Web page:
Rome wasn’t built in a day: why you DO have a novel (or any other enormous project) in you!

rome-built-in-a-day

I’ve been working on the Fire of Norea series for…sigh…how long, now? Four years? In a way, it’s sad to think it’s been so long.

On the other hand, I’m working on (at least) a trilogy, and I love intricately woven plots, so I’ve spent quite a lot of time on the “world building” phase, mapping out plots and backstories for the entire series to maintain consistency. As a reader, one of my favorite “rewards” is when I come across one of those “aha” moments in the narrative that explains something seemingly minor that was mentioned eons ago in another book. It shows the author has actually planned the outcome instead of making it up as needed.

A few weeks ago, one of my clients asked me how the novel was coming along. I love this guy. He’s erudite, well-read, well-spoken and the smartest dresser alive. By all accounts, it’s as though he stepped out of the 1940’s and hasn’t bothered to interact with the changing (and inferior) world around him. He’s humble, as well, often interrupting himself in our conversations to say something along the lines of “You don’t have to listen to this, I know I bore you.”

I tell him it isn’t true, and it is isn’t. I love our conversations, and I often feel I’m one of the very few people in his life who really listens to him. I hope that isn’t the case, but we certainly get along well.

During this particular conversation, I told him I had taken a hiatus on the novel while I finished my degree, but hoped to get back to work very soon. He told me he had once tried to write a novel, but, when he sat down and looked at the blank page, he realized he had nothing to say.

I can’t believe that, and I told him so. He has many things to say, interesting things he has shared with me on my occasions. So why not write them down in narrative form?

There are many reasons, but I suspect the biggest (even if not acknowledged) is the magnanimity of it. Would my 2011 self had started diligently developing this kernel of an idea if my future self had warned him he wouldn’t have a single book finished in 2015? I don’t know, but certainly the thought would have been daunting.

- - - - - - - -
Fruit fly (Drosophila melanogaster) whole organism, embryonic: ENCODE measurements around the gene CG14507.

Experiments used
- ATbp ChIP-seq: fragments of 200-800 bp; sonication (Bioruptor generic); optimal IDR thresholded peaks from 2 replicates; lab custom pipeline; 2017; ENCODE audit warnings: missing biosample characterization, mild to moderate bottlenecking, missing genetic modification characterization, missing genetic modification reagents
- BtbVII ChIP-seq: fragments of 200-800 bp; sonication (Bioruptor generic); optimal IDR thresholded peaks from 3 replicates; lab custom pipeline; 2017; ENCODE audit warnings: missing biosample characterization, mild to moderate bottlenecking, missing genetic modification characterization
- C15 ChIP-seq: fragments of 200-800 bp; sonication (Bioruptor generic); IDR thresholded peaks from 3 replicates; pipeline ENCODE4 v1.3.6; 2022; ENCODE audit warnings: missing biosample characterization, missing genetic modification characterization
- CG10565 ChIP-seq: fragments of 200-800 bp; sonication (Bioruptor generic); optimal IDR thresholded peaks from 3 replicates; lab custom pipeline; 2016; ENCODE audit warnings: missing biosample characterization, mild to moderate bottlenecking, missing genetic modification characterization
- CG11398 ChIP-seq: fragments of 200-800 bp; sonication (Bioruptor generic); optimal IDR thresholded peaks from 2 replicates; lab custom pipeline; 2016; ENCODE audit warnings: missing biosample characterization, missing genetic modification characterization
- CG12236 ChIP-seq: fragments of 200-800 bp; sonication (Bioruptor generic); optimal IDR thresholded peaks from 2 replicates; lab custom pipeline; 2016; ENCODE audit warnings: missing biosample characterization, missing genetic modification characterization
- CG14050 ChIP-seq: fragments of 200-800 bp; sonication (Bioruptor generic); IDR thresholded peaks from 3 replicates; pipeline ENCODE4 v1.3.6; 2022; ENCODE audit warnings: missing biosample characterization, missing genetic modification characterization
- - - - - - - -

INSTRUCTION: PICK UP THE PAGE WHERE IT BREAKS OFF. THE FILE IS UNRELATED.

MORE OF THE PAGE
And, in that time, I earned my Master’s Degree in Religious Studies, with a near perfect GPA, a near herculean task of its own. And then, a year ago, our first child was born, paling all advanced studies by comparison. During that time, I have also been involved in developing a business model and raising capital for a new venture which I will manage, a challenge that would have intimidated me under other circumstances.

I’ve never written a novel. I’ve hardly ever finished a short story I’ve written. But, as I get older, I realize some clichés ring true; thus, their staying power.

Rome wasn’t built in a day.

A journey of a thousand miles begins with a single step. Actually, that is supposed to be a quote from Lao Tzu.

In any event, we have our lives, we have our experiences, we have our relationships, our struggles and our triumphs. They are universal in familiarity, yet intimate in their presence. We all have novels inside us. And that novel can also be a song, a poem, a family, a career or a quest. It is only for us to make it happen, one small step at a time, no matter how long the journey must take us.

After all, the journey is all there is.

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